Researching trees!

I’m planning  a stop on my vacation to the town I mention in Stealing Hope. It’s a small town in the mountains of Colorado. Ignacius. I have to convince my husband however! He doesn’t want to stop there. It’s too far out of the way from where we plan on going. I don’t think it’s that far!

In the mean time, I’m researching local trees so my heroine, Faith knows how each tree can help.

Boxelder (I have one of these in my yard!)

This maple of the plains provides sap suitable for making maple syrup. The syrup made from boxelder is  not as sweet as the sugar from the true sugar maple.

I have been warned about sticking a tap into our tree, lol. We’ll see! They seen to be home to lots of these pests. So it’s not my favorite tree!

Chokecherry

When ripe, they are tolerable eating, somewhat astringent. Ordinarily so abundant that it constitutes a large portion of the vegetable food of both Indians and white trappers who visit these regions.

Chokecherry jelly

Ingredients:

3 cups prepared chokecherry juice (about 5 pounds chokecherries)

¼ cup lemon juice

1 package (1.75 ounces or 3 1/12 tablespoons) powdered pectin

4 ½ cups sugar

Directions:

  1. Wash chokecherries. Do not pit. Mash thoroughly.
  2. Put cherries in a large pot and stir in 1 cup water. Bring to a boil. Reduce heat and simmer, covered, for 15 minutes.
  3. Extract juices by placing a cone-shaped sieve or a colander over a large bowl or pot. Spread three layers damp cheesecloth or jelly bag inside sieve or colander. Then, pour in hot prepared fruit. Tie cheesecloth top or close bag and let the fruit drip into the bowl or pot until dripping stops. Press gently. (Strain two or three more times for extra clear jelly.) Measure juice. If necessary, add up to ½ cup water for exact measure.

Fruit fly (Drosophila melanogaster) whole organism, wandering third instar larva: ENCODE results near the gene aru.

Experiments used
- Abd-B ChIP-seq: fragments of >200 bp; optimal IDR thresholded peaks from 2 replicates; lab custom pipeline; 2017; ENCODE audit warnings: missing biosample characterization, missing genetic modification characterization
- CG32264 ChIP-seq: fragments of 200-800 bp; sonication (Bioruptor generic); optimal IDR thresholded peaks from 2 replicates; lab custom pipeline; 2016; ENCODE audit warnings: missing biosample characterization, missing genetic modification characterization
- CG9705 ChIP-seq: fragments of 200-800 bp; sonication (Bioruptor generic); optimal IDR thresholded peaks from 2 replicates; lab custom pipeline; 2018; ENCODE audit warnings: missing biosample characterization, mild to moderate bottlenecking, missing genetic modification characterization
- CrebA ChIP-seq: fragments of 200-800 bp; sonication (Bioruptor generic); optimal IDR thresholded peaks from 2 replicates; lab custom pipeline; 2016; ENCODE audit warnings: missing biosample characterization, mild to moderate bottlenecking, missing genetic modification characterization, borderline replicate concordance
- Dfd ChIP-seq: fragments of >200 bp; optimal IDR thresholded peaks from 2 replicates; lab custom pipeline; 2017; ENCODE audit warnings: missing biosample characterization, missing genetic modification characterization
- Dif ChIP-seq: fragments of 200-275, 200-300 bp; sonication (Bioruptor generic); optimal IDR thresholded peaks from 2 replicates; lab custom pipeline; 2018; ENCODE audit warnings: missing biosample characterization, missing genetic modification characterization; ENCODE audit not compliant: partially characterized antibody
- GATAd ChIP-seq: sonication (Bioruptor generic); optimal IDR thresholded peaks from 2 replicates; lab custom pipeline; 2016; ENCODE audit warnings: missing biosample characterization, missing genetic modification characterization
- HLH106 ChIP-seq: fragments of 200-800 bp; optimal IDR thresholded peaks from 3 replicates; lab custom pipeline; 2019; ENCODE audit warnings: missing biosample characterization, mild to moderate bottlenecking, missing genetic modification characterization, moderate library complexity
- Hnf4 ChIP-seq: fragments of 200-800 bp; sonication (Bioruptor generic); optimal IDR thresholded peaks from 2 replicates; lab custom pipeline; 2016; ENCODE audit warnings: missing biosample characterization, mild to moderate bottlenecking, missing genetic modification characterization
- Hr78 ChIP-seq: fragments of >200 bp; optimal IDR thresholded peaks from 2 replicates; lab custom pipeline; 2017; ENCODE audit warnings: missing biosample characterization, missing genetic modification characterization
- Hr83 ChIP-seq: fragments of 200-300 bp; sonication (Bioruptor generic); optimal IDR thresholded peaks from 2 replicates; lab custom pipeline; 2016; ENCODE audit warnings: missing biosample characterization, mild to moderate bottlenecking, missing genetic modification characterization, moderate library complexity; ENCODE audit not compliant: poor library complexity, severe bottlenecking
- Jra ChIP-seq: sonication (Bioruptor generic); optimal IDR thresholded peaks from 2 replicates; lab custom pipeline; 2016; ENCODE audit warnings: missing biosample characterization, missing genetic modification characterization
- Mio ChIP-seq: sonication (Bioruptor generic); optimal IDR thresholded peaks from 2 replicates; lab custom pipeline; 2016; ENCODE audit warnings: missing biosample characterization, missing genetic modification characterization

4. Meanwhile, to prepare mason jars, place them on the canner rack and submerge in boiling water for 10 minutes. Place new, flat lids in a saucepan and bring to a boil. Remove from heat. Let stand in hot water until ready to use.
  5. Measure prepared fruit juice and lemon juice in a 6- to 8-quart pot. Measure sugar and set aside in another bowl. Add pectin to juice mixture, and stir thoroughly.
  6. Place pot with juice mixture over high heat. Stir constantly to prevent scorching as the juice comes to a full roiling boil (a boil that does not stop when stirred). If mixture starts to scorch, reduce heat to medium heat.
  7. Stir in sugar, mixing well. To minimize foaming, add ¼ teaspoon butter. Bring to a full roiling boil again, stirring constantly. Continue to boil 2 minutes (1 minute, if using Sure-Jell Premium Fruit Pectin). Remove pot from heat, and skim off any foam with a tablespoon.
  8. Pull jelly jars from the canner, and place on counter. With a funnel, fill each jar to a quarter inch from the rim. Wipe the rim with a clean, damp cloth and place lid. Twist on band just to resistance — not tightly.
  9. Bring canner water to a boil, and place filled and capped jelly jars on the rack. Submerge for 10 minutes in the hot water bath.
  10. Carefully remove the jars and let them set up in a cool, dry place.

Yield: 6 8-ounce jars jelly

Source: MCP Pectin

Of course you have to know how to make sure you actually found a chokecherry tree!

Buzzel has a good article to do so. http://www.buzzle.com/articles/how-to-identify-a-chokecherry-tree-easily.html

Quaking Aspen

Aspen   bark   contains   salicin,   a   chemical   closely related to aspirin, and the bark was used by Indians and pioneers to treat fevers.

It was also used as a diuretic, eczemas, wormer, an anti-rheumatic drug, disinfectant, and antiseptic.

There are tons of plants and trees around us that we no longer use in our world. We’ve become dependent on the newest latest drugs, pre-made food and drinks. If we open our eyes and learn about our world, how much better off would we be?

Advertisements
This entry was posted in Uncategorized and tagged , , , , , , , , , . Bookmark the permalink.

Leave a Reply

Fill in your details below or click an icon to log in:

WordPress.com Logo

You are commenting using your WordPress.com account. Log Out / Change )

Twitter picture

You are commenting using your Twitter account. Log Out / Change )

Facebook photo

You are commenting using your Facebook account. Log Out / Change )

Google+ photo

You are commenting using your Google+ account. Log Out / Change )

Connecting to %s